Jeff. "Networks and New Media." College English 69.2 (Nov. 2006):
Jeff. "Networks and New Media." College English 69.2 (Nov. 2006):
Last week, when I ran across Henry Farrell’s
Crooked Timber entry on flogrolling, I was also reading from Watts’
Six Degrees and Barabasi’s
Linked. Flogrolling, as I understand it from the
places I could find it in recent circulation, names the aggressive efforts
to publicize or promote links, thereby elevating the rate of emergence of newer
bloggers. From Farrell’s entry and the comments following it, the
discussion seems to center on the problem of spamming entries to
Technorati and the resulting skew altering an entry’s popularity or
"interestingness" (a term which Farrell acknowledges as "ugly").
Flogrolling potentially circumvents more authentic geneses of interest in
small-world networks, such as those networks constituting the blogosphere. It
assumes, with links as a basic unit of exchange, rank is sharable; it can be
passed from one high-ranking blog to another through simple linking, even if
such linking is profit-motivated. Consequently, the new weblog stands on
the shoulders and enjoys a fleeting, deceptive mobility. Yes?
Although Barabasi doesn’t write directly
about weblogs, a few principles from his research seem to apply. Foremost, Barabasi suggests that scale-free networks
(as distinguished from random networks) should be understood in terms of growth and preferential attachment. Their busy edges and volatile topologies present us with just a few defining premises–premises which, as I understand them, may or may not apply neatly to the blogosphere or, more specifically, the network(s) of politically-interested blogs and bloggers. In a scale-free network (which is a theoretical abstraction, Watts tells us…no network can be both an object of study and purely scale-free), we might guess that the earliest-established nodes (some turned hubs) occupy a privileged position, near the tall margin of the power law graph (in fairness, Farrell and Drezner speculate that the politically-interested blogosphere follows a
lognormal distribution, rather than a power law). But when we factor
in competitiveness–the ongoing "up-for-grabs" nature of links–network fitness intervenes, bucking the assumption that the first-comers hold a protected position of privilege in the network. Fitness addresses the consequence of newly adjoining nodes, latecomers who inject new energy to the network, often with the potential of cascading beyond the proximal nodes and, thereby, imparting other effects. Barabasi
discusses this phenomenon in terms of Einstein-Bose condensations and Bose
gases, and although my few notes here are mostly just a summary of Barabasi’s
middle chapters, some of his physics references are more scientific than I can
write through with confidence just yet.
I’d like to return to the idea of "authentic geneses of interest." How
do we find weblogs we’re interested in or, more specifically, entries we’re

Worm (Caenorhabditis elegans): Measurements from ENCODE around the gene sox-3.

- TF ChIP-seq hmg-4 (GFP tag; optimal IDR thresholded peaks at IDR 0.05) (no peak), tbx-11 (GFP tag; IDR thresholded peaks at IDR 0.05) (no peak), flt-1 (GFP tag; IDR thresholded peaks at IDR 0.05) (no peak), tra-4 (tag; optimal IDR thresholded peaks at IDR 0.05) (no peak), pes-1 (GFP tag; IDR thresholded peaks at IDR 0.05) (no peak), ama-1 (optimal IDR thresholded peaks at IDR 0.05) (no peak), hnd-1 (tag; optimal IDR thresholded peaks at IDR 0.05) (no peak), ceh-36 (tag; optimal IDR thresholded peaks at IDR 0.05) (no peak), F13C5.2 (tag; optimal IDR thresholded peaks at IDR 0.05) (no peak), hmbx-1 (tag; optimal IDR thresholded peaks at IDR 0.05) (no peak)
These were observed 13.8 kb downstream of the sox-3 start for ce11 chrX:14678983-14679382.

interested in? If we accept that ordinary links (rather than trackbacks)
are the dominant currency unit in the blogosphere, then I suppose it follows
reasonably that futzing with the genuine link as a gesture of interest and
replacing it, instead, with the flogrolled link–a paid-for gesture meant to
by-pass the economic order, results in economic disturbance. And although this
quasi-counterfeiting might initially appear in the form of robust new
accelerations in traffic for newcomers exploiting such a system, I tend to think
that the net effect will be negligible. Maybe that’s too strong a way to put it.
But as I read it alongside Watts’ discussion of tulip economies (196)–the
high-hopes bubbles bursting over The Netherlands following the spark-fizzle of
bulb sales, I had the impression that flogrolling will settle out as one of the
lesser disturbances in the blogosphere. Just how great is the disturbance?
How long will it elevate low-interest (or artificially trafficked) sites into
lofty standing before those sites must self-sustain or before the network’s
fitness coefficient stabilizes again? It’s just a hypothesis, really, but
the selective paths of specific readers who follow links according to interest
or reputation will restore the regular patterns. Granted, much of this
does little to account for the different ways we trace paths of interest across
the various small-world networks of the blogosphere. Whether by RSS,
Technorati searches, trackbacks, chains of blogrolls, conventional links and so
on–distinctions in how our interestedness is enacted when reading across the
blogosphere most definitely bears on these tentative few ideas.
I’m still grogging through a hyper-invasive head cold. ‘Snot easy to
read and write through the sinus pressure, drainage and trips to the kettle for
another hot tea. I’ve gotten on with reading Robert Connors, Hayden White
and a couple of chapters from Barabasi’s Linked for tomorrow in addition
to a project overview for comp history and a trip to the tax prep office to sign
the proper filing forms. This was only the second time I’ve sought an
accountant’s assistance with taxes; with the move, bi-state filing, and limited
opportunities for sorting through tax forms, we turned over to the pros.
And today when we were at their office nodding our heads to the double-check of
name-spellings and socials, the friendly accountant showed us an itemization
asking nearly twice what they’d initially quoted. I’m too ashamed to share
the number; I’ll just say that I’m ordering the software next year and doing it
myself again. The $70 worksheet pushed me off the edge (of chair, cliff,